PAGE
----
The travel competition

Over the years, I’ve come to realise that long-term seasoned travellers, especially in Asia, don’t brag about going to famous tourist places like the Eiffel Tower or Lisbon or Greece — they brag about going to totally random unknown places that you would never find in a guide book, places you could barely find on a map, places that few people even know about.

I’m all for exploring, but to me it almost seems like it’s a traveller’s competition; bragging rights over whose been to the most remote place and stayed in the crappiest hostel that cost US$2 a night, a pissing contest over whose taken some shitty train to some tiny village in some war-torn country and lived to tell the tale…. And quite frankly, I don’t see any great glory in it.

For example, here are some recent conversations I’ve had:

SOME GUY: ‘Oh, you just came back from Thailand? That’s nice. I just spent a week biking through the Golden Triangle, I crossed the border through Cambodia and took a 7-hour bus full of chickens and pigs up to a holy mountain in Myanmar where we spent a weekend at a monastery where the monks took a vow of silence. It was awesome.’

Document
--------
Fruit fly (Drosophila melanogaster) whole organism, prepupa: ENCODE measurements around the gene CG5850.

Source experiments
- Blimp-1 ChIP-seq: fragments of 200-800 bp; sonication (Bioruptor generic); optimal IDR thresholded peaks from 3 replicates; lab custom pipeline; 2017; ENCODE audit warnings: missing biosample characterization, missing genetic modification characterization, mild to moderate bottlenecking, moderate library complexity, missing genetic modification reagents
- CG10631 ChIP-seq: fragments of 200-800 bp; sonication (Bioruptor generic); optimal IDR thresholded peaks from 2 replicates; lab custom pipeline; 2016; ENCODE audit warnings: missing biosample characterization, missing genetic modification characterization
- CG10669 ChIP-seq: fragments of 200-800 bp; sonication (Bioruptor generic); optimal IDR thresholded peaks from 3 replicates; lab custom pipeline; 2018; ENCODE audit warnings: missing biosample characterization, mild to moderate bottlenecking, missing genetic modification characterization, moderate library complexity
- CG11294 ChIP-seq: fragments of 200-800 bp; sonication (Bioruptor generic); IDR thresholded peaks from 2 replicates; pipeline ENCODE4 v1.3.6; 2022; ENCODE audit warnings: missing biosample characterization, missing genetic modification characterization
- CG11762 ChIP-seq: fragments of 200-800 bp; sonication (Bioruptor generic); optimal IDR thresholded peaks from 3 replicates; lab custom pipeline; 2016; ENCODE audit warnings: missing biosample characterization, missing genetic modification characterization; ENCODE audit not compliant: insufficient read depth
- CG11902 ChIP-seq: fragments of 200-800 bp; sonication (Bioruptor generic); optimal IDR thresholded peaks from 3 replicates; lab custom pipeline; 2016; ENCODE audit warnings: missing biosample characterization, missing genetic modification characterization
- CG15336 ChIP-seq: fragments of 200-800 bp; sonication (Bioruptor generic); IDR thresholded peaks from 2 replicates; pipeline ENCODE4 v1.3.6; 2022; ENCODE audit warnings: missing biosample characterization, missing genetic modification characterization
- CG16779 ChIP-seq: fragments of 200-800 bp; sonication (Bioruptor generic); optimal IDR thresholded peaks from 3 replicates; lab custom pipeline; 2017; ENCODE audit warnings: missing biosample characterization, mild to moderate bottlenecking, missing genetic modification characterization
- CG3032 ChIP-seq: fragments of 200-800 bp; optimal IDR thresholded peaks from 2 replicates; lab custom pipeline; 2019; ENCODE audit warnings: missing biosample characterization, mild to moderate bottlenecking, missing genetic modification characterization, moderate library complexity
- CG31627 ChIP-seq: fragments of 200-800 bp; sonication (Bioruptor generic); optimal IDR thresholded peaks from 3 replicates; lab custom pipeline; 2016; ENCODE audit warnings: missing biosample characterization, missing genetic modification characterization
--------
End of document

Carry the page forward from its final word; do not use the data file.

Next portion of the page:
ME:  ????????????

Or, here’s another example:

SOME GIRL:  ‘Oh yeah, Bali is nice, I guess, if you like meat-market tourist traps. I on the other hand just spent a week in a remote village in Burma. As someone who is really interested in humanitarianism and human rights, I was skeptical about going to a place that has such a brutal regime. But when I saw the people, people who lived on less than US$1 a day, and saw the beauty of their smiles and simplicity of their lifestyle, I knew that avoiding such places would only isolate the people of Burma more and more from the international community.’

ME: ??????????????????

Look, whatever. If you actually get so bored with the world that you have to constantly seek out some horrible remote place to visit, just so that you can brag about it to other people and show them what a morally superior traveller you are, then go right ahead. But to me, travel is not about proving anything to anybody, especially since I came from a so-called ‘developing nation’ and have seen what the third world is like. If you like the crazy city life of Tokyo, fine. If you enjoy the resort life of Phuket, cool. If you are happy to spend a week in Bali, no problem. What’s wrong with that? I mean, does a person really need to take a boat up a river in Sumatra guided by men in penis sheaths and eat roasted armadillo eyeballs in a forest in order to have ‘real adventure’ and be a ‘real traveller’?

Give me a break!

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One Reply to “The travel competition”

  1. Well the people up the mountain or down the river are also probably thinking WTF are these travellers doing too.

    Me? I’d rather brag about my 3 days in Tobago Plantations. I’m so not into cheap rural grunge holidays in this stage of my life. And not capable of taking the kiddies anywhere like that either. At least not now.

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